Motu Aito

For those who desire a vacation in an even more remote location than the main atoll of Fakarava, Motu Aito may be just the place. Located on one of the motus near Tetamanu, Motu Aito offers eight traditional Polynesian bungalows of various sizes and caters to all types of guests, from honeymooners to singles to large families. A family-owned pension, Motu Aito seeks to appeal to the adventurous traveler looking for a Robinson Crusoe-type Polynesian experience. Motu Aito offers snorkeling, fishing, motu walks and picnics, as well as evening communal barbecues, ideal for those interested in feeling like part of the family. The proximity of Motu Aito to Tetamanu, as well as daily boat trips to the village, allows guests to experience both the seclusion of the motu and the amenities and culture of the ancient village (including a visit to the Tetamanu Diving Center for those interested in diving activities). Motu Aito is designed to create a friendly and inclusive atmosphere, and may appeal especially to those looking to meet other travelers.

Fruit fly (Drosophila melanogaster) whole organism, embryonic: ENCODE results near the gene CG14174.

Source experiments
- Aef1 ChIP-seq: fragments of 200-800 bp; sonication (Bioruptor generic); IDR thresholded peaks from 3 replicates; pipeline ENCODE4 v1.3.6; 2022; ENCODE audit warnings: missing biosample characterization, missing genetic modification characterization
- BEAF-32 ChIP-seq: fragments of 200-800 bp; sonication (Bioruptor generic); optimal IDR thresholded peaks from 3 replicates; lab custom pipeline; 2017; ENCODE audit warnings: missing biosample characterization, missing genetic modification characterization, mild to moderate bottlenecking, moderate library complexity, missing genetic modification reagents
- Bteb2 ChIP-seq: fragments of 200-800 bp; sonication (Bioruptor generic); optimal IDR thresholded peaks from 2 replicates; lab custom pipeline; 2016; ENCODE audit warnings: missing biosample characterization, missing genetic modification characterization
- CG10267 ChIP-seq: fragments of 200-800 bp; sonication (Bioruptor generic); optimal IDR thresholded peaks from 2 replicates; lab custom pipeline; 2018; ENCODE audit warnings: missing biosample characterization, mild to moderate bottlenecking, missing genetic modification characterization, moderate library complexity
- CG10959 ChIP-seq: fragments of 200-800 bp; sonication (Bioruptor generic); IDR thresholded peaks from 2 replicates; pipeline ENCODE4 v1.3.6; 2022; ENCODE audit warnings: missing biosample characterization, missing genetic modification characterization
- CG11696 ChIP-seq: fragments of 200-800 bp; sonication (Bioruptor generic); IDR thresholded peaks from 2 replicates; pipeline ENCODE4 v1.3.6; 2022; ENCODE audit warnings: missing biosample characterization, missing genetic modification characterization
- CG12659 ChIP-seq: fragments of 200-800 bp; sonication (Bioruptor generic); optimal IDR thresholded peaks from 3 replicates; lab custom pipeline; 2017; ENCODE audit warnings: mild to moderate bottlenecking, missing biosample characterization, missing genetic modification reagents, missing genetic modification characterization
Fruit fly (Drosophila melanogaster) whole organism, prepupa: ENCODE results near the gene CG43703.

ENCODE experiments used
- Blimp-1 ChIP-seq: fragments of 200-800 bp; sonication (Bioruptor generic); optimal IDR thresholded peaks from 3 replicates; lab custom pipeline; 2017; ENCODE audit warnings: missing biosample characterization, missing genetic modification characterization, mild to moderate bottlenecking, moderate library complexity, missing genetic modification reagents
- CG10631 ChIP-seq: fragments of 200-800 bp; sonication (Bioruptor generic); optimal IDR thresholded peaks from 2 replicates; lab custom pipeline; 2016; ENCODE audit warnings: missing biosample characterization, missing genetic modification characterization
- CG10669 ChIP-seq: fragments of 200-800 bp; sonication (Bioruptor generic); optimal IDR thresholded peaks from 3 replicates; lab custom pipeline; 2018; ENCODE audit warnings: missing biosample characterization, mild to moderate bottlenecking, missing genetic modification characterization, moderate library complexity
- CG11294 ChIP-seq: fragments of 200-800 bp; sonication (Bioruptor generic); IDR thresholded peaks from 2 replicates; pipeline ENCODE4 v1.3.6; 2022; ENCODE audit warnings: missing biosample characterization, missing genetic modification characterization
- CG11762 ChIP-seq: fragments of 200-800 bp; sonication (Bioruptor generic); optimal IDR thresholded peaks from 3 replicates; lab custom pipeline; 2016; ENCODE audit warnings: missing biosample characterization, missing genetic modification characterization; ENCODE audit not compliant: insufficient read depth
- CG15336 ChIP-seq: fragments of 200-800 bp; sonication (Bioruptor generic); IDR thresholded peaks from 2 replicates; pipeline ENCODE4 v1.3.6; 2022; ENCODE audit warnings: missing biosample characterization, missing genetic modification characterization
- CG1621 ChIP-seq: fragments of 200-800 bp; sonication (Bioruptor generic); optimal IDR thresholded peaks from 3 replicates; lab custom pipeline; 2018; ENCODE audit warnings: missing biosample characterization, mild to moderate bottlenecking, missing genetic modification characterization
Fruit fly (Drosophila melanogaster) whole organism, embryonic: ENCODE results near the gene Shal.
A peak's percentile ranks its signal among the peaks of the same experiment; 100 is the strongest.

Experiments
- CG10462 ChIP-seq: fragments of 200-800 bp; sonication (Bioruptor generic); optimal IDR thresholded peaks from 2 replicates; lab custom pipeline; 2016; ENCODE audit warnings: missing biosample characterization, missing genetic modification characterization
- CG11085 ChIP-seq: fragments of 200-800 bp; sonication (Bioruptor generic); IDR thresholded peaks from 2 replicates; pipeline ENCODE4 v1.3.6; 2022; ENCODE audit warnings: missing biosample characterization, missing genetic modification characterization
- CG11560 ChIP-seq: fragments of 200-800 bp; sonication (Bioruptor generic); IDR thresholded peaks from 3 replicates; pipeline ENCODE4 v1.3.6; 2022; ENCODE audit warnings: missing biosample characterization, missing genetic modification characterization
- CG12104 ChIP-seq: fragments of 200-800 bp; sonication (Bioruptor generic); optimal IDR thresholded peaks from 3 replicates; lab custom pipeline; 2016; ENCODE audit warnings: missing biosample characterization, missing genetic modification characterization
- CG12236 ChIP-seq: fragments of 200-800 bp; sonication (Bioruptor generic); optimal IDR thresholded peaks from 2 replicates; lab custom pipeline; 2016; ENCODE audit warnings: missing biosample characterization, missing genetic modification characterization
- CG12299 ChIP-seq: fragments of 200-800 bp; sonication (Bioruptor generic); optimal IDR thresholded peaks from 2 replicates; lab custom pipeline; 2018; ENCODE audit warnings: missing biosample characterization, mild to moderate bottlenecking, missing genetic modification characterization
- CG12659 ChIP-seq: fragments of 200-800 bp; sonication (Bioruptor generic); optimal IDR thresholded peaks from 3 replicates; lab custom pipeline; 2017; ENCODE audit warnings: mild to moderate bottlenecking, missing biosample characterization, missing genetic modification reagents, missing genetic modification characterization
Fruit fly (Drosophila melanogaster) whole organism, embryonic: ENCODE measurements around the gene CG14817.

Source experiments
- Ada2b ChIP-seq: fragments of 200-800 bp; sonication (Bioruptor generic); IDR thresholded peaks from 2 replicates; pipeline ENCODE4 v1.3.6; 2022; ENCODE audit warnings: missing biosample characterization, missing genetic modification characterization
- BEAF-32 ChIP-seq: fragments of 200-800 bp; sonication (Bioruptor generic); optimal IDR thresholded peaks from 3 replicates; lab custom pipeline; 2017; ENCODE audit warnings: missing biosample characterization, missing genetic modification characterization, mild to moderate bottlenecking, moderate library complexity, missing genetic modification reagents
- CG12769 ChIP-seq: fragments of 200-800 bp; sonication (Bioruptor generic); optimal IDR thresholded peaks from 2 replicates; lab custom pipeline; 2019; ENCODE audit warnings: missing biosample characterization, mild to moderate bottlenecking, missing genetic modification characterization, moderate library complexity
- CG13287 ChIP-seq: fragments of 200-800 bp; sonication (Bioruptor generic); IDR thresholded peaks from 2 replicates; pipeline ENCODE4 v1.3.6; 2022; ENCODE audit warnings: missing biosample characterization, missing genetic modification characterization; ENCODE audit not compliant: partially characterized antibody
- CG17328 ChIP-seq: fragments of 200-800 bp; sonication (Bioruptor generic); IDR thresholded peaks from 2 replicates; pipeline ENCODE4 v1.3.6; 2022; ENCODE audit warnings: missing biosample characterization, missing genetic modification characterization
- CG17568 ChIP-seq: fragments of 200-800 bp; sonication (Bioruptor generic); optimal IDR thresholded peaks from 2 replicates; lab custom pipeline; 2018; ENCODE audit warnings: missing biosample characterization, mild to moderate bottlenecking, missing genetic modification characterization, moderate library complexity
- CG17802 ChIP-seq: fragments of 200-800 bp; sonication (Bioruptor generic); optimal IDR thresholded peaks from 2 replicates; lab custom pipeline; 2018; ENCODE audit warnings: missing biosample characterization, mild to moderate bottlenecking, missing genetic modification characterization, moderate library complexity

About the Author

Andrea Whyte has worked as an academic and commercial writer since 2005. She has contributed to the "Canadian Film Encyclopedia" and written informative articles as a copywriter for a major Internet-marketing firm. Whyte holds a Master of Arts in cinema studies from the University of Toronto.